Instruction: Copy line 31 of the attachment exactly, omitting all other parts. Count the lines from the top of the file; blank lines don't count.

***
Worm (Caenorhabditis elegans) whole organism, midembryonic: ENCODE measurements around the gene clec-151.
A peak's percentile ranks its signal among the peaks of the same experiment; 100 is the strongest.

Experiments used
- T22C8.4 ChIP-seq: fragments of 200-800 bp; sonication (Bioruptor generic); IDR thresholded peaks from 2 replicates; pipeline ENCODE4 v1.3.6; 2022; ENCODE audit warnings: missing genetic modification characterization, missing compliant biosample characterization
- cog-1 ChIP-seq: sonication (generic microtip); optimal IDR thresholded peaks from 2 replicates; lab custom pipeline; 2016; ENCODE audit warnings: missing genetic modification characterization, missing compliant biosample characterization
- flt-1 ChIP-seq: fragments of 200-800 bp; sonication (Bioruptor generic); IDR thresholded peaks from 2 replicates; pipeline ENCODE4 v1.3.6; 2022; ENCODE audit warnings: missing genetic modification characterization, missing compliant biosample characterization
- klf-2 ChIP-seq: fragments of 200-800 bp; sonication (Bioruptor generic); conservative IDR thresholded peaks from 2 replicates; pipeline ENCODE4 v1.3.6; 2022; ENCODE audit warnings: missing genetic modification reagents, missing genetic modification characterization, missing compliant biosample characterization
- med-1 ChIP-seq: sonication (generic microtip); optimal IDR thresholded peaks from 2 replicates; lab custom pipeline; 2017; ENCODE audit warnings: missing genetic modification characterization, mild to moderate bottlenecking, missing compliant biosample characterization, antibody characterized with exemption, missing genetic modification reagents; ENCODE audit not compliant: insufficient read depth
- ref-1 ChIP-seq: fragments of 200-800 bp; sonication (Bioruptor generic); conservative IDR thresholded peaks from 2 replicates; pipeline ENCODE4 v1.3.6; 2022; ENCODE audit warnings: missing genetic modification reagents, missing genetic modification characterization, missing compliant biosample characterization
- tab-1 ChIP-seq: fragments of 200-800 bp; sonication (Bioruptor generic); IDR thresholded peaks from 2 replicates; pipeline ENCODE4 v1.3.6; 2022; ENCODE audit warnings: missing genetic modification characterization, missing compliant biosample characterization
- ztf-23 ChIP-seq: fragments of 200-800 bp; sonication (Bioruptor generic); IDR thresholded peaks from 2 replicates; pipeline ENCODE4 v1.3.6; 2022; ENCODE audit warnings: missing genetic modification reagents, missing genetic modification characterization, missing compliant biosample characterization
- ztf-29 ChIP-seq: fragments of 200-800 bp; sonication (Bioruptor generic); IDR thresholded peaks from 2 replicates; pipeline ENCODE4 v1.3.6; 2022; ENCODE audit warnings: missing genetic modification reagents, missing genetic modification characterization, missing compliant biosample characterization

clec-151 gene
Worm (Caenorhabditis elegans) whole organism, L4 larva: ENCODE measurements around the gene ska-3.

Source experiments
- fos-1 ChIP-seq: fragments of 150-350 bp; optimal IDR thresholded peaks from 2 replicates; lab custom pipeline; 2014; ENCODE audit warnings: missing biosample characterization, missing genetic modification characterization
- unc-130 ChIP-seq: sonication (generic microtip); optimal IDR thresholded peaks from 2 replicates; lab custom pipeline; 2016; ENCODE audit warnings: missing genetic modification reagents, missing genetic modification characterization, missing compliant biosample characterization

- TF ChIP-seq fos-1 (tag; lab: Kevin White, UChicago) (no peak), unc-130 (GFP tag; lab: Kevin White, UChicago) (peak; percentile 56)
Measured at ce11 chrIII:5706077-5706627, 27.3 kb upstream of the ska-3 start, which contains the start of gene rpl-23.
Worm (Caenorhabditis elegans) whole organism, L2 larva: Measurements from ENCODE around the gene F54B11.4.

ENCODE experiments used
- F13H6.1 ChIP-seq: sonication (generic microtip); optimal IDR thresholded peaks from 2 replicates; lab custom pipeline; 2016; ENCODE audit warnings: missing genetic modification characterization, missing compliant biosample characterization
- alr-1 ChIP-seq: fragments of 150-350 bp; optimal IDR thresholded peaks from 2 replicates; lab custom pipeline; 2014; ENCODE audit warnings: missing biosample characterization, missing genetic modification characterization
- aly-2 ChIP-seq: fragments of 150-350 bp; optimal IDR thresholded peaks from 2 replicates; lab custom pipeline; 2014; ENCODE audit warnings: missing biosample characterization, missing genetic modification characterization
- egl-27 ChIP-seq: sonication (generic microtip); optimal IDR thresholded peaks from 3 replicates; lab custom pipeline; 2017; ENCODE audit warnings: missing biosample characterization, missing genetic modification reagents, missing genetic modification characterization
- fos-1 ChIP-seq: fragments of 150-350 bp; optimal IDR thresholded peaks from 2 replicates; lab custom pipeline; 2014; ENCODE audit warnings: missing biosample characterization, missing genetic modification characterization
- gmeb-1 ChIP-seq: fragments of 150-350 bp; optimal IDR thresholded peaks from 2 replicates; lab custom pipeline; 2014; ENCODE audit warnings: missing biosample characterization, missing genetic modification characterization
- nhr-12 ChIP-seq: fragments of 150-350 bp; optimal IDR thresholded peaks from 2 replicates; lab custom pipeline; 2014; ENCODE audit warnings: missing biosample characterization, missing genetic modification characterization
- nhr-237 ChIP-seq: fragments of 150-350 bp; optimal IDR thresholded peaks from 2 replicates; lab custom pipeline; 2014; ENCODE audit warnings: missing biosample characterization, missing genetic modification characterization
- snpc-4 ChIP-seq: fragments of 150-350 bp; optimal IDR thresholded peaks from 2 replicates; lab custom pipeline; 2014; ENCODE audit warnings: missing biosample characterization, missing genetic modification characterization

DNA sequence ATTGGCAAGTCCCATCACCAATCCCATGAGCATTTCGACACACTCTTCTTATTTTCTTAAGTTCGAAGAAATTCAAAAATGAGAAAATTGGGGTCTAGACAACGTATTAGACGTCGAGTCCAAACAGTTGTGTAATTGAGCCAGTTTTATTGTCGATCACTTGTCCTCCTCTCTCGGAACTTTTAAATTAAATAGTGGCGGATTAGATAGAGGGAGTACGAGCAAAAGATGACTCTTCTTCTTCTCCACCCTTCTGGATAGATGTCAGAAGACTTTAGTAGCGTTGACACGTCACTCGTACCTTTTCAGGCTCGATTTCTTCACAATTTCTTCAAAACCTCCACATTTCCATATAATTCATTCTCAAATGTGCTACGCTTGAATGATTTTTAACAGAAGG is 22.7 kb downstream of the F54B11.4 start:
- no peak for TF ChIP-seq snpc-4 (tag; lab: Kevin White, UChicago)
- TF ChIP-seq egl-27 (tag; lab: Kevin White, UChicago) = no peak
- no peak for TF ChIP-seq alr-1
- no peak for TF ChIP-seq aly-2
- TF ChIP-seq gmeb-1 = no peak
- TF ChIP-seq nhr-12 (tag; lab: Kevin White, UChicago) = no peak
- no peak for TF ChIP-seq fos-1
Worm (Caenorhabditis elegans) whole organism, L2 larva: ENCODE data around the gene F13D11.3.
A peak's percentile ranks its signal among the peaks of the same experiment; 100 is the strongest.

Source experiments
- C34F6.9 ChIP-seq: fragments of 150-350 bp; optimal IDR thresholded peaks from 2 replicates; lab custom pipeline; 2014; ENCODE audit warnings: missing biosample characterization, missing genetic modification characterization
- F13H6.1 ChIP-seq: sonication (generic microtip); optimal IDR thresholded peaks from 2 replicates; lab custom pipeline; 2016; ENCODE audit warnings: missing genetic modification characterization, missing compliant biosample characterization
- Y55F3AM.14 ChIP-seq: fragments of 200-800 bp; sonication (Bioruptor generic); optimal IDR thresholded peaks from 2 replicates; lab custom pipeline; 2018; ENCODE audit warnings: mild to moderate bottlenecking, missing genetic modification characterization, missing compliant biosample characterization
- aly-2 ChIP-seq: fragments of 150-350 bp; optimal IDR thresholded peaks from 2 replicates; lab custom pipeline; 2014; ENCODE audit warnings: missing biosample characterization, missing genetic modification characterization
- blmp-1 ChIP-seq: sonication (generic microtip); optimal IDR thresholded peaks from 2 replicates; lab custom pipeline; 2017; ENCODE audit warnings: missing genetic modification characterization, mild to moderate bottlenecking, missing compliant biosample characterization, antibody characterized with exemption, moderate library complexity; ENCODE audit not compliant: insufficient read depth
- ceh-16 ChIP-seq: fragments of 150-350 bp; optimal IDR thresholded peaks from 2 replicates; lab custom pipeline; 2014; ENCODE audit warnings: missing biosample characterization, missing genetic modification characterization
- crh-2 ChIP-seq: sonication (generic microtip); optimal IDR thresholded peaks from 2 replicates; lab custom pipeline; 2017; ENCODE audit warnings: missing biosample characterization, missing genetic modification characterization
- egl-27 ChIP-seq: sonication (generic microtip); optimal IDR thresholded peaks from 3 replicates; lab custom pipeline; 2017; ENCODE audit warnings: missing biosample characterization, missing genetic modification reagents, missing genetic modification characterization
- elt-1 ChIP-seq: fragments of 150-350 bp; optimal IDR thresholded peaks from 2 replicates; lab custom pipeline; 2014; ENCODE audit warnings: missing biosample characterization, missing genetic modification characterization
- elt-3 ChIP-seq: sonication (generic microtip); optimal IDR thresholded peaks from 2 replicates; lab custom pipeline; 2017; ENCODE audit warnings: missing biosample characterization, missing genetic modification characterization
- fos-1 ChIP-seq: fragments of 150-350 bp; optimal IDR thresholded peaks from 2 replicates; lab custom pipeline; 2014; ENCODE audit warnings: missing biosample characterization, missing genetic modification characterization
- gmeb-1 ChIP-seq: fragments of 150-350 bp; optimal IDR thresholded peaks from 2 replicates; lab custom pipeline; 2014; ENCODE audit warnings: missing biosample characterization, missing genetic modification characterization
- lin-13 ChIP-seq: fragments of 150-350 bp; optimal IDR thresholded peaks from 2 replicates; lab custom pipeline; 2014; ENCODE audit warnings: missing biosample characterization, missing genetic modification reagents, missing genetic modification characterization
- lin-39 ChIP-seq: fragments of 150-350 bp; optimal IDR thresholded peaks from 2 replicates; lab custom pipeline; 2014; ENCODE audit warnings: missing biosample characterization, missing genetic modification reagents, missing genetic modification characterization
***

DNA sequence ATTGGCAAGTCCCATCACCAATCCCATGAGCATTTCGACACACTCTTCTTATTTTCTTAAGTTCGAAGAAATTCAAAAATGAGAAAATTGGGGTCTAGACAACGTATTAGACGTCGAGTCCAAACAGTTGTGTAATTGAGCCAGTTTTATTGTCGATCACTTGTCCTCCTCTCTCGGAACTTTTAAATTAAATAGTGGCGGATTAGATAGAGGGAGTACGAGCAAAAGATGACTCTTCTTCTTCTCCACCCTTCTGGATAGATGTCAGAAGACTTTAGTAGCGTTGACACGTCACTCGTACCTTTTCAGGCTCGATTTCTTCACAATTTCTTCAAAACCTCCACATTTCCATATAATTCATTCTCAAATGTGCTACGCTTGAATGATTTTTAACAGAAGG is 22.7 kb downstream of the F54B11.4 start: